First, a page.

WiSee system recognizes user gestures in other rooms
By Ben Coxworth
June 11, 2013
By now, even if they’ve never used one themselves, most people are pretty familiar with the idea behind gesture control systems such as the Kinect – the user makes a movement, the device “sees” that movement, and interprets it. However, what would happen if the user was in another room, blocked from the device’s cameras and depth sensors? Well, as long as there was a Wi-Fi signal available, it wouldn’t be a problem ... at least, not if the WiSee system was being used.
Created by a University of Washington team led by Prof. Shyam Gollakota, the technology utilizes nothing but the Wi-Fi signals already present in a room, such as those emitted by smartphones or laptops. Those signals travel through the interior walls of the building, and are monitored by a centrally-located WiSee receiver – although a regular Wi-Fi router could also be adapted for the same purpose.
Should the user move even just a hand or a foot, they will cause a change in the frequency of the Wi-Fi signal, known as the Doppler frequency shift. Even though that shift is typically only in the order of several hertz, an algorithm created by the researchers allows the receiver to detect it.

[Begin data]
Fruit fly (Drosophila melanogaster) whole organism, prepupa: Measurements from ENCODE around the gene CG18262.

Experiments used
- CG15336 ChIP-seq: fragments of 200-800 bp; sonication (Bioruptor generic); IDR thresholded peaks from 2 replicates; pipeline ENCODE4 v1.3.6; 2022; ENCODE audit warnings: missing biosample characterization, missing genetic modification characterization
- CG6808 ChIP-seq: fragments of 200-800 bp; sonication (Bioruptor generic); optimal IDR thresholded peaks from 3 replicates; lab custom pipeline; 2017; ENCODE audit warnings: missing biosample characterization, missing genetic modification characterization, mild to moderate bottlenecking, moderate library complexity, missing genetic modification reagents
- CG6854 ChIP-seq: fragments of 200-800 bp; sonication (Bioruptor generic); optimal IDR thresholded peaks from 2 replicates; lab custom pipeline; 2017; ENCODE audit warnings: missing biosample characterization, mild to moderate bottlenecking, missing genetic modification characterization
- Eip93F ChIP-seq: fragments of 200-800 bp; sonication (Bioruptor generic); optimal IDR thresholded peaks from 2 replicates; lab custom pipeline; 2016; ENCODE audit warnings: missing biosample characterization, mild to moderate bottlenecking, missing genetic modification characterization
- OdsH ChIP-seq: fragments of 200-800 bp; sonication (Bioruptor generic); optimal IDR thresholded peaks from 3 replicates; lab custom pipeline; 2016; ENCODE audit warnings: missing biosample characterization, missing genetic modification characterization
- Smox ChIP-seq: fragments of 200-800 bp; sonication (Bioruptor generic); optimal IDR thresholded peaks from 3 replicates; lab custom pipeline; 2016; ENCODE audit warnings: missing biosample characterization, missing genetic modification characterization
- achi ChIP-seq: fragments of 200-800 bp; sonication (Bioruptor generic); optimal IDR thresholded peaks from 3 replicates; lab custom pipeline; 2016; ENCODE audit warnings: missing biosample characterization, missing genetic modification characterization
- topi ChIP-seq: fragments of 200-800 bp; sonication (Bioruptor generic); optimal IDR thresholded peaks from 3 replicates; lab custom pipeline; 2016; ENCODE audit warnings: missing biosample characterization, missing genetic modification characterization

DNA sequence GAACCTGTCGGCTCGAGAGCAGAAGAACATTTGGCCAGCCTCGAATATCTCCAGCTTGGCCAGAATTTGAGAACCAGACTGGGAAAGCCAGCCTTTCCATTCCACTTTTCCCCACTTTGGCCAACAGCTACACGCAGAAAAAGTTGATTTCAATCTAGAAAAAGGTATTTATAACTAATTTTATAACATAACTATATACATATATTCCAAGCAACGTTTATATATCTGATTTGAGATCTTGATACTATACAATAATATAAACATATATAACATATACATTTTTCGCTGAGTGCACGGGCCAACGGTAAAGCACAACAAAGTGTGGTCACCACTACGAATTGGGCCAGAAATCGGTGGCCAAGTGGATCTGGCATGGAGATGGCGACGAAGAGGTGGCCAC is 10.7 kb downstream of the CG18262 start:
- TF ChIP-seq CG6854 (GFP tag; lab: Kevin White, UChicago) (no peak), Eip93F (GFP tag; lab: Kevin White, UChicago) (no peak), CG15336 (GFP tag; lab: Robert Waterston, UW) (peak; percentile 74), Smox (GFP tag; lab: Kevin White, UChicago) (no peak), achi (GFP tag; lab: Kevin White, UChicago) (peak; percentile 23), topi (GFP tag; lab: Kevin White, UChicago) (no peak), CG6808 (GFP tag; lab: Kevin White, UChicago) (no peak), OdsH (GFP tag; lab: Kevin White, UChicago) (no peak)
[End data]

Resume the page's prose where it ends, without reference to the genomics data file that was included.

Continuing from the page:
Different types of movements produce different shift signatures, with the system currently able to differentiate between nine unique whole-body gestures. Multiple users can be tracked simultaneously, too, as the each of the receiver’s multiple antennas automatically tunes itself in to a specific source. In its current form, a single WiSee device can follow the movements of as many as five users without getting “confused.”
The upshot is that a WiSee user could (for example) be sitting in the bathroom, and wave their arm in order to turn down the stereo in the living room ... if the receiver had already been programmed to pair that gesture to that function.
So far, the system has been tested in a two-bedroom apartment and an office setting, with five users. It was able to correctly identify 94 percent of the 900 gestures made by those people.
Source: University of Washington